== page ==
Many amazing technological advances have been made in the past few years. The transition of the cellphone from a mobile telephone to a tiny, powerful computer with multiple functions is just one example. Recently, there has been much anticipation and hype over the so-called self-driving cars. People living in Las Vegas and elsewhere in the country have been excited about the possibility of being able to drive without having to keep their full attention on the road. However, when new technology is not fully developed or performs differently than expected, the possibility of injuries exists.
The term “self-driving” could, at this time, be considered a misnomer. Self-driving technology in consumer vehicles is not designed to allow drivers to sit back and relax, letting the vehicle do all the work. Instead, the technology is meant to augment a driver’s attention and provide certain safety benefits, such as avoiding an accident before the driver’s reflexes take over.
In one tragic case recently, the owner of a Tesla Model S was killed in Florida when the cameras of the car did not recognize a large truck turning onto the interstate. The self-driving car crashed into the truck. The truck driver claimed the other driver had been watching a movie, rather than paying attention to the road. While the National Highway Traffic Safety Administration’s Office of Defects began an investigation, the vehicle’s manufacturer stated that driver alertness is important, as this type of technology is still new.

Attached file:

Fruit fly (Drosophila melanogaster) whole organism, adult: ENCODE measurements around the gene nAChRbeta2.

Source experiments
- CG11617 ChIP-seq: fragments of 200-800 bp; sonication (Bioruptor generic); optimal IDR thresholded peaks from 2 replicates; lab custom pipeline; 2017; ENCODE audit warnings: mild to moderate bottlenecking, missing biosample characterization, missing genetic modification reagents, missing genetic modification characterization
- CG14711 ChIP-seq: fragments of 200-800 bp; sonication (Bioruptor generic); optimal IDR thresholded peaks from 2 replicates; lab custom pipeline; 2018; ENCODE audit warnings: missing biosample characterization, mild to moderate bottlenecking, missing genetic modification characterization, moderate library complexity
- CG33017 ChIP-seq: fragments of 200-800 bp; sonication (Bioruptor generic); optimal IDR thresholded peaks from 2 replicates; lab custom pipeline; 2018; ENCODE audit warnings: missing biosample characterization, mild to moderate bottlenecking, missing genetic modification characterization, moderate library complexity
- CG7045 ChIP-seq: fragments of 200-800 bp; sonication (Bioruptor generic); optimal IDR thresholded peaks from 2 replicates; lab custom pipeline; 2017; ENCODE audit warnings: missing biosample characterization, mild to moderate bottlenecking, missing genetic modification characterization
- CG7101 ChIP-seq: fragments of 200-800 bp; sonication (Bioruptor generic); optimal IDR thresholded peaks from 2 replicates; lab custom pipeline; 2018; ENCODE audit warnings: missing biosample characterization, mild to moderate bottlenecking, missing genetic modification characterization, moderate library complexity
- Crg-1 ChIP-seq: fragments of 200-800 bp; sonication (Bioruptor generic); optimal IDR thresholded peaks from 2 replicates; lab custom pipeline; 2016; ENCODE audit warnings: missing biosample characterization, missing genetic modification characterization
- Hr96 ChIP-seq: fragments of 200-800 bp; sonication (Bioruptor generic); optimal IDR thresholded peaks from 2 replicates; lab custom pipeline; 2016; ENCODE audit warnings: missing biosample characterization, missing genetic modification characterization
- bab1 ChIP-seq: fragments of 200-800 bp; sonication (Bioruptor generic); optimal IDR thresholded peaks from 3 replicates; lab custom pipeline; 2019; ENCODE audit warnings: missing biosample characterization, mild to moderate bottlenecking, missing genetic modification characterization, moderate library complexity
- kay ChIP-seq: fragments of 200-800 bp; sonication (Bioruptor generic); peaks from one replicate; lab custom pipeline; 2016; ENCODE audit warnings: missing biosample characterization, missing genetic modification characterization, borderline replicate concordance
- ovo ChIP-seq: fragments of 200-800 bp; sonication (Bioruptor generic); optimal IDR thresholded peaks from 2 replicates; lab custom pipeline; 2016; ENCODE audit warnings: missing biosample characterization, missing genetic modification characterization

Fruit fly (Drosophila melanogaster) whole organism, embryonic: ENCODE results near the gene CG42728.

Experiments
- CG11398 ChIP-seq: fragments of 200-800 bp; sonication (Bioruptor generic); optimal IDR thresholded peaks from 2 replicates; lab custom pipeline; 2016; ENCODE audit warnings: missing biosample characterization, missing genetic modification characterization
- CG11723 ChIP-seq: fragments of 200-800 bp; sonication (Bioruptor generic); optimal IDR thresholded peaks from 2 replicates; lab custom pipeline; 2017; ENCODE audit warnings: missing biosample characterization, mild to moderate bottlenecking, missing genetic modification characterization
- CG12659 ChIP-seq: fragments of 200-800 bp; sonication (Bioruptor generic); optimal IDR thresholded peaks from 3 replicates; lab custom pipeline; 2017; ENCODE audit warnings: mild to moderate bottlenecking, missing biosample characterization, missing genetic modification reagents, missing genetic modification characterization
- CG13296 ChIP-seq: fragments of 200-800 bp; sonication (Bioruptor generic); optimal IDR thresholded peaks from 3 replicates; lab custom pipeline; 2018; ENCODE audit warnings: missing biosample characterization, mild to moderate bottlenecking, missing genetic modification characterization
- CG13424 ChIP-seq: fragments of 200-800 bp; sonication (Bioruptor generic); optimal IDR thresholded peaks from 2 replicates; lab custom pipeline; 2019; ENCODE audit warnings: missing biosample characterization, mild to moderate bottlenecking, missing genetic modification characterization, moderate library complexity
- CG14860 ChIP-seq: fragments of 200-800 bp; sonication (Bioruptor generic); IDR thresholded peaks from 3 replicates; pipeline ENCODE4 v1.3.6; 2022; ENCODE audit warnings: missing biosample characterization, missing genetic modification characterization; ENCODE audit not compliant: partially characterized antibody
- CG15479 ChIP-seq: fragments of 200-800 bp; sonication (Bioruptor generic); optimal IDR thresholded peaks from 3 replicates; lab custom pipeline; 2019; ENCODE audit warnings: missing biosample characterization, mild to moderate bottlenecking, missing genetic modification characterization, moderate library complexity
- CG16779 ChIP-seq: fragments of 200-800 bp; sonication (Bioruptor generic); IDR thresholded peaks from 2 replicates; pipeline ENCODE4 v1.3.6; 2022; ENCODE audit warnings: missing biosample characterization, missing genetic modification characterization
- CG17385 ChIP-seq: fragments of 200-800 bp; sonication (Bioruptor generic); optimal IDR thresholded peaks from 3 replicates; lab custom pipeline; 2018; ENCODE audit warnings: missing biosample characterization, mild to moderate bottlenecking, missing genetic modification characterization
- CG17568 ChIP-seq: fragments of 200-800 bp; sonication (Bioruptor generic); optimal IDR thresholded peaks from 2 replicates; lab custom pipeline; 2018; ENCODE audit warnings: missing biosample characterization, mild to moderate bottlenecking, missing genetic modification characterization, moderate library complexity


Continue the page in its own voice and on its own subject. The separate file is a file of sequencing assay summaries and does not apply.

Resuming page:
Some consumers may overestimate the actual abilities of newly developed technology, but it is also possible that brand-new products may malfunction or not work correctly at all. If this is the case, those who were injured may have a good reason to purse a products liability case.
Source: Las Vegas Sun, “First death reported in crash involving self-driving car,” Joan Lowy and Tom Krisher, June 30, 2016